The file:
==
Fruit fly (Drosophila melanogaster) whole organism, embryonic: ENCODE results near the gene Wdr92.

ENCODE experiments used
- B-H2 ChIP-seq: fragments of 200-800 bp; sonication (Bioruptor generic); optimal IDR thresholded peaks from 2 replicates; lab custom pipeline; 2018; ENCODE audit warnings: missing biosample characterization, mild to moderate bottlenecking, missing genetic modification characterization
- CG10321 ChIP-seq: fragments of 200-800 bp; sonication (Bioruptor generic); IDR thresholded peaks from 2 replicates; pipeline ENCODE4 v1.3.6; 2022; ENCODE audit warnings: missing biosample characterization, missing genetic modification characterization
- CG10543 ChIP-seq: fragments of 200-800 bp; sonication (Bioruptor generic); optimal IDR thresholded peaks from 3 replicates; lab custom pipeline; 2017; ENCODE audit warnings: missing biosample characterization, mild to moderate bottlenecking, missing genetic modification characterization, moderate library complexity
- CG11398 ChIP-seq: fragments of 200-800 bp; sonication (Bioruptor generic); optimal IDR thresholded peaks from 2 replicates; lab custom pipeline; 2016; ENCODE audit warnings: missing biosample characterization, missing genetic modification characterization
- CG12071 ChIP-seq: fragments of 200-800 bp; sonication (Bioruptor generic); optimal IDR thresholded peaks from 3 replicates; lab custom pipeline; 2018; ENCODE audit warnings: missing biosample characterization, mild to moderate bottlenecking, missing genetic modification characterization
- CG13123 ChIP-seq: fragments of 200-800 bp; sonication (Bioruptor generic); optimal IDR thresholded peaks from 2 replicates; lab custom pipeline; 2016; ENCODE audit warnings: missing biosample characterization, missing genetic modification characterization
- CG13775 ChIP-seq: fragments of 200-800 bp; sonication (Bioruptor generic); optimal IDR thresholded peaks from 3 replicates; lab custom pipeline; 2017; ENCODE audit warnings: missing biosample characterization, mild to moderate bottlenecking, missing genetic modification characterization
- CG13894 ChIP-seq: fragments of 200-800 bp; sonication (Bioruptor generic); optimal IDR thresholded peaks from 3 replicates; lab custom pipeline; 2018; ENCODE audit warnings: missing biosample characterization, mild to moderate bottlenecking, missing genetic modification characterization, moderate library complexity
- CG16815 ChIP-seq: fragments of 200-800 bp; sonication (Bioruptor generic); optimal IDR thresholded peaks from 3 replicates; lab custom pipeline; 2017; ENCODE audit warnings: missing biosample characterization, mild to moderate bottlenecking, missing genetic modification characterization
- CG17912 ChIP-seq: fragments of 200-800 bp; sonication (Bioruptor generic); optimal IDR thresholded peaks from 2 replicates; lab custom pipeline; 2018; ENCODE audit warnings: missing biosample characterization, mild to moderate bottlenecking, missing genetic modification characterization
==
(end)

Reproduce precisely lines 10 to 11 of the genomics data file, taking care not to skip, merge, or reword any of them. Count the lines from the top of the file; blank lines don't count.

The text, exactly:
- CG13894 ChIP-seq: fragments of 200-800 bp; sonication (Bioruptor generic); optimal IDR thresholded peaks from 3 replicates; lab custom pipeline; 2018; ENCODE audit warnings: missing biosample characterization, mild to moderate bottlenecking, missing genetic modification characterization, moderate library complexity
- CG16815 ChIP-seq: fragments of 200-800 bp; sonication (Bioruptor generic); optimal IDR thresholded peaks from 3 replicates; lab custom pipeline; 2017; ENCODE audit warnings: missing biosample characterization, mild to moderate bottlenecking, missing genetic modification characterization